The following list is offered as a starting point. All titles were published in the 1990s.
Daddyīs Clibming Tree, by C.S. Adler. Jessica refuses to believe her father is dead and is convinced he must be living at their old house. With this belief she takes her little brother and walks through a state park to their old house where she must finally facer her fatherīs death.
Winter Holding Spring, by Crescent Dragonwagon. With the help of her father, sarah learns to cope with her motherīs death when she realizes that as things end, new things begin, and "that in winter there is the promise of spring."
The Eagle Kite, by Paula Fox. Liamīs father is dying, but he has to do more than deal with his fatherīs approaching death; he has to deal with the fact that his father is dying of AIDS, as well as face the truth about how his father contracted the disease--a truth no one wants to talk about.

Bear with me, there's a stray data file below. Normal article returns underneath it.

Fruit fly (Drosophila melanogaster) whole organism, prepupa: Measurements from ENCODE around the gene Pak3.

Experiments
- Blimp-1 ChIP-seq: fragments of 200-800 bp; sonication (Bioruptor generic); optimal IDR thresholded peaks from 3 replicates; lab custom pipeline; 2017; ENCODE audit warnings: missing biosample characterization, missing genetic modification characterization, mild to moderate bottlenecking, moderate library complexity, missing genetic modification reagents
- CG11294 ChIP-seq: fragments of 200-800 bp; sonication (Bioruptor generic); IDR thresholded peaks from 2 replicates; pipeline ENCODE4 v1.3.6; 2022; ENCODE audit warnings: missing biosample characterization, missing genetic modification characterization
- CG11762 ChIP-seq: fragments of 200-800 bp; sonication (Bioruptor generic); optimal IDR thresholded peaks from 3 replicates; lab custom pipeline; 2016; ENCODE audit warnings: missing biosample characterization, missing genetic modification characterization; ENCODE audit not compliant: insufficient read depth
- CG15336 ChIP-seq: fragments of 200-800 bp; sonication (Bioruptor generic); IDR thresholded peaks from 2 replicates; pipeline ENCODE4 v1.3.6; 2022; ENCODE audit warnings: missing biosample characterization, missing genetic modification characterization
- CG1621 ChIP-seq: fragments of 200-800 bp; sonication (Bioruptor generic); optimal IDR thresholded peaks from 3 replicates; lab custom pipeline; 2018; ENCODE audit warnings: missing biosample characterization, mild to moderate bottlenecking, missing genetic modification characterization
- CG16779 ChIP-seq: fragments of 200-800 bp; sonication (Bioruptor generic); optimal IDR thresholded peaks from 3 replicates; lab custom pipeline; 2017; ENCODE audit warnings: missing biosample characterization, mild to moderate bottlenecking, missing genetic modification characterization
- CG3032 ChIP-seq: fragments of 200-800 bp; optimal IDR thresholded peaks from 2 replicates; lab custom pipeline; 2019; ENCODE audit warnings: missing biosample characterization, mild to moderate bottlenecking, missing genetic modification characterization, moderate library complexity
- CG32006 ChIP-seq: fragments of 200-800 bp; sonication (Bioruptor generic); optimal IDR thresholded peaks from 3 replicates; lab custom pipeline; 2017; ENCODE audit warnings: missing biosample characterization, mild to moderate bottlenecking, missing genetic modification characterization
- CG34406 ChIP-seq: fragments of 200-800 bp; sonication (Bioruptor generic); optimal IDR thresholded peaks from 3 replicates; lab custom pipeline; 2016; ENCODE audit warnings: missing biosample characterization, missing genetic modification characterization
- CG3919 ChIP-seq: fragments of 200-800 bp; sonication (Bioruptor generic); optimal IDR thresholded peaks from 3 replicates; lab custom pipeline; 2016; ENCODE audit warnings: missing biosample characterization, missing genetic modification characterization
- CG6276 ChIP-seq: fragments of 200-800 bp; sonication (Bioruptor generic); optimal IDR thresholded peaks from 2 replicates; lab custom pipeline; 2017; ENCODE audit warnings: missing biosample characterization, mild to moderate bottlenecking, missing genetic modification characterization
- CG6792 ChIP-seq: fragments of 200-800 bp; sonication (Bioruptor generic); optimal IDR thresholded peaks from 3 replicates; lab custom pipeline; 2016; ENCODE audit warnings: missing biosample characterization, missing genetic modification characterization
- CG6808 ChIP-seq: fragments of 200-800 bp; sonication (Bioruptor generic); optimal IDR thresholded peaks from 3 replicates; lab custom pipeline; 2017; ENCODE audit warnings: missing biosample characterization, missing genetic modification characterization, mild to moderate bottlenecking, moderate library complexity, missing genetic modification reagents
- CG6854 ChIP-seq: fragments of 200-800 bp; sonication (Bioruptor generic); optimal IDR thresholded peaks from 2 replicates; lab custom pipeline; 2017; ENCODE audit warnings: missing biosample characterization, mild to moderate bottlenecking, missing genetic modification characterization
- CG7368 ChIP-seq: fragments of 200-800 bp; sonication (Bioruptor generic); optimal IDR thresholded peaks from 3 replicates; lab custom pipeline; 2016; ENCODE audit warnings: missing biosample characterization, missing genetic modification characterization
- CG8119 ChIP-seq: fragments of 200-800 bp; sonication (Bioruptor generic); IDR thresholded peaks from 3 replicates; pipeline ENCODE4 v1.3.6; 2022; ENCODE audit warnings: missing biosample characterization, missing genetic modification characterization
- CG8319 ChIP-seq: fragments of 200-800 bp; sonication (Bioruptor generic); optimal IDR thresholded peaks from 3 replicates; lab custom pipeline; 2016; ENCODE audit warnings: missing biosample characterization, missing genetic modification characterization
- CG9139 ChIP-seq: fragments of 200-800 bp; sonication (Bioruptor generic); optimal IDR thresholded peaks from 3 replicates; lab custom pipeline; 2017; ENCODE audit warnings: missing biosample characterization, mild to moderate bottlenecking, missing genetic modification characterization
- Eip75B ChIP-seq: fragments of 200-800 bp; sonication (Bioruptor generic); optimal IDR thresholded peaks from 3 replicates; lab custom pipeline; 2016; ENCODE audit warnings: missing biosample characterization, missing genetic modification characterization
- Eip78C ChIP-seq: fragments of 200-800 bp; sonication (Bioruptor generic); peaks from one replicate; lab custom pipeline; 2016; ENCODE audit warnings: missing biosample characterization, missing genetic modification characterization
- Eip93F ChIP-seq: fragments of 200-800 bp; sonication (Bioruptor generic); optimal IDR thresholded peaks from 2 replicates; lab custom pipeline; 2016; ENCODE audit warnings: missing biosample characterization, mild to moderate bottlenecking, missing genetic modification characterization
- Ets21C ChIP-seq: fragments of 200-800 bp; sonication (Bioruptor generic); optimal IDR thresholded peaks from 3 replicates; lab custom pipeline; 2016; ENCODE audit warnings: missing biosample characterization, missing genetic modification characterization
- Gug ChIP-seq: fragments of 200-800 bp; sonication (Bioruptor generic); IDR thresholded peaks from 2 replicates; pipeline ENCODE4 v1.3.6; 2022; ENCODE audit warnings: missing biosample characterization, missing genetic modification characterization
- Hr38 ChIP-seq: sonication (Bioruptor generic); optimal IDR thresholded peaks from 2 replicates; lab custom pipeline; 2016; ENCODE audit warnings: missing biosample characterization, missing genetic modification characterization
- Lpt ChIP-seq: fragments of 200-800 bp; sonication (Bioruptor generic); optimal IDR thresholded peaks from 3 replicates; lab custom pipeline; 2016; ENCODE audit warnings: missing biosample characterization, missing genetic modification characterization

The Tower Room, by Ellen Howard. After her motherīs death, Mary Brooke goes to live with her aunt, a teacher. Over time she learns to cope with her motherīs death as well as accept and admit her motherīs shortcomings and faults.
When the Ragman Sings, by Judith Logan Lehne. During the 1920s Dorothea copes with the death of her mother with the help of an old black ragman whom she had previously feared.
Summer Girl, by Deborah Moulton. Tommyīs mother is dying and thirteen-year-old Tommy is sent to live with her father whom she hasnīt seen or spoken to since she was three years old. As she learns to accept and trust her father, she also knows her motherīs death is drawing closer each day.
Flip-Flop Girl, by Katherine Paterson. After the death of her father Vinnie and her younger brother must cope with his death as well as moving to a new home and starting a new school. Vinnieīs little brother chooses to cope in silence which creates even more problems for Vinnie.
Lifeīs a Funny Proposition, Horatio, by Barbara Garland Polikoff. Horatio helps his grandfather deal with the death of his pet dog as he learns to adjust to life following his fatherīs death.